After over ten years as an active member and eventually moderator of TheForce.net's fanfilms community, he earned the unfortunate title of He Who Has Rotoscoped Most Lightsabers Ever, as well as the honor of being listed with Ryan on TIME's list of the Top Ten Fan Films for their wildly popular Ryan vs. Dorkman series of (really good) lightsaber fights. They are number two.
In the professional world, Michael has been around the block in a number of shoes, primarily as a visual effects artist and writer. Having lent his skills to productions for television, film, and web series, as well as music videos and every other form of anything, he has a lot to say about the right way of getting things done.
On Friends In Your Head, we call the act of single-handedly concocting a stronger plot and storyline on the spot "pulling a Dorkman," and his reworked treatments of the Star Wars prequels and pitch for a better sequel series to The Matrix are enough to make any DIF fan a little depressed - not only are they good, but they're nothing like the movies we got.
Brian Finifter will die protecting New Jersey's legacy, and was probably born hating Daytona Beach. An expatriate of both, he's a graduate of Full Sail with a degree in film and of Embry-Riddle Aeronautic University with a degree in communications, and is an ongoing student of the theater at Playhouse West in North Hollywood.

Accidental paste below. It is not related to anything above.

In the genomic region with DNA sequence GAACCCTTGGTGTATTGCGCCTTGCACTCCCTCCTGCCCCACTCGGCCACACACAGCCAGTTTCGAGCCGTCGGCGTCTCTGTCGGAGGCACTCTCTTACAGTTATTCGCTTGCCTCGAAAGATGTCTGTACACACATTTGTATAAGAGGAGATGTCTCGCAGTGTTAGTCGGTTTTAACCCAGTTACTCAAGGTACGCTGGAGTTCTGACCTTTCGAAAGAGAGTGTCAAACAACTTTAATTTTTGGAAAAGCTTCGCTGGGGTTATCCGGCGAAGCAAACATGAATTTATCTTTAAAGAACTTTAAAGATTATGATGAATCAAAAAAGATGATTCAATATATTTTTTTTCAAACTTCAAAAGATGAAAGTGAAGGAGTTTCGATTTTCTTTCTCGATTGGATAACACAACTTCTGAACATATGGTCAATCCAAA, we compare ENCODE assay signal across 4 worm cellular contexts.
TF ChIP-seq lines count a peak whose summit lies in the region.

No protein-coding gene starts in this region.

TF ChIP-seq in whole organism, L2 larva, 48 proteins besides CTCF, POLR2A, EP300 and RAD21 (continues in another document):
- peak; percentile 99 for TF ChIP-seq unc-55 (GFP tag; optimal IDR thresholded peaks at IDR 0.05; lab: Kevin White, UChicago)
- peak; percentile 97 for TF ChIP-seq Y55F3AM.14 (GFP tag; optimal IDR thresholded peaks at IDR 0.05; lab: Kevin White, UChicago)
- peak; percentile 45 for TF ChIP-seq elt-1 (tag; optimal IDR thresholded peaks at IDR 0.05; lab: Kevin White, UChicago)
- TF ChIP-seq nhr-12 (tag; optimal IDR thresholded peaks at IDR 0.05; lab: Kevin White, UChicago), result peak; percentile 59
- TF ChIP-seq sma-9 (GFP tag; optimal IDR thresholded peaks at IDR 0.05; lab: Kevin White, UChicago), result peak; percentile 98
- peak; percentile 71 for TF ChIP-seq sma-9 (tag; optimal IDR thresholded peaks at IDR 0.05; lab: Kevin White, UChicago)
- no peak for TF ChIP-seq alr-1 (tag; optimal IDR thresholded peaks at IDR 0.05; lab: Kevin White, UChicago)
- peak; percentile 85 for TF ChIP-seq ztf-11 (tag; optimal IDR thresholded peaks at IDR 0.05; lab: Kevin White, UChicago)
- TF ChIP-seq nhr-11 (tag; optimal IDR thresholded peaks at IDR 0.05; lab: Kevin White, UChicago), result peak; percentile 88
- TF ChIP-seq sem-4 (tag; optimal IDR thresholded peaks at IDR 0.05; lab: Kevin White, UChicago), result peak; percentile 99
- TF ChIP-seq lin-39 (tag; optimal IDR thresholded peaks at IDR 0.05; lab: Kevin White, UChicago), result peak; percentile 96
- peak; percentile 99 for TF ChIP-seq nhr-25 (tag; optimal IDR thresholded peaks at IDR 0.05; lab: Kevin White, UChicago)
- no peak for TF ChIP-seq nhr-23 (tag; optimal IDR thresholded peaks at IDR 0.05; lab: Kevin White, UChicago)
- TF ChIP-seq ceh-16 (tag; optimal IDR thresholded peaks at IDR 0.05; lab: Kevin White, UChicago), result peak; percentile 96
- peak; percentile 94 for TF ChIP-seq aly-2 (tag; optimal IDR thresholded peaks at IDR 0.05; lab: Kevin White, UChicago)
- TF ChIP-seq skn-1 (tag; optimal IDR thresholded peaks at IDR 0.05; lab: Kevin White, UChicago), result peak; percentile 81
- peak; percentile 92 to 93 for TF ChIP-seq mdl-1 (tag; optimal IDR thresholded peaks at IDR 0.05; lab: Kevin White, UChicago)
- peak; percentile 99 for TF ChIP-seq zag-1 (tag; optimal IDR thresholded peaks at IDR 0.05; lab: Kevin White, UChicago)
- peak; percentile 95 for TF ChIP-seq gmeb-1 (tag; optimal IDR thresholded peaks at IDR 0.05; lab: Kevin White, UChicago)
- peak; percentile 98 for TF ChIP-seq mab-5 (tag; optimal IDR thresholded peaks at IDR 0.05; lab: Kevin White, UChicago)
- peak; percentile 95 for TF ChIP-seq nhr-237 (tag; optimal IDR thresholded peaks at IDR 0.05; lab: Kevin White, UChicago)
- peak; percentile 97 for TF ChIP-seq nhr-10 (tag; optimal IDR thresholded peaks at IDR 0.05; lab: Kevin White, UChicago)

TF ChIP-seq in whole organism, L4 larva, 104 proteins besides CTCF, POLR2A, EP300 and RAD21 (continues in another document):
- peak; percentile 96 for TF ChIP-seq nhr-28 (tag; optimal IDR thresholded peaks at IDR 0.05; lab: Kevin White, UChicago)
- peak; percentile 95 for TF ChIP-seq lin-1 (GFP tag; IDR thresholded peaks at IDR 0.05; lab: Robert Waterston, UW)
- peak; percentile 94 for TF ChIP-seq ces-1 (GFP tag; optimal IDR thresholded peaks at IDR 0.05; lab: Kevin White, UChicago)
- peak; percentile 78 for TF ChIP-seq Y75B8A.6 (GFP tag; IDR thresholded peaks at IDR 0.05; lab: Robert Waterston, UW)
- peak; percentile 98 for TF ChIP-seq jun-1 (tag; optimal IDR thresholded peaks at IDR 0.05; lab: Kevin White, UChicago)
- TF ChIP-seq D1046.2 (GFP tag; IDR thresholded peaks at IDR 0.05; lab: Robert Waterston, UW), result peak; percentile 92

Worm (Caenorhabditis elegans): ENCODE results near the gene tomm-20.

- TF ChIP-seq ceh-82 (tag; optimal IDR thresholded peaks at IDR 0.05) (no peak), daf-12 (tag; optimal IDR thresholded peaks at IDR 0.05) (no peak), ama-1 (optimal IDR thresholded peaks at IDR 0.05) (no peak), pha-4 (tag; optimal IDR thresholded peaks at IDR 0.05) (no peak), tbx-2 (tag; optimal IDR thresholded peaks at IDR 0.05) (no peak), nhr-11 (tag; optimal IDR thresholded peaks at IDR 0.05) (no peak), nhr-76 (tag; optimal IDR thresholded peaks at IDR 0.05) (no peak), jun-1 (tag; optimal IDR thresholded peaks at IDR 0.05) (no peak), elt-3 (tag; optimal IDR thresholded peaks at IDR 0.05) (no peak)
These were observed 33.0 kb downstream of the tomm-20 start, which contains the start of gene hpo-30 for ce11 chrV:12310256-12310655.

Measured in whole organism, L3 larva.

After a childhood built of sci-fi - Star Trek, Star Wars and later historical classics like Apollo 13 - he became interested in the prospect of making spaceships for the movies at Industrial Light and Magic. When the practical spaceships were replaced by digital spaceships, the tantrum that ensued lasted twelve years, and involved him moving into a small capsule in Siberia and peeing in bottles. The exact events of this time are unknown. What is known is that when he emerged, he started churning out comedy sketches that became viral video hits.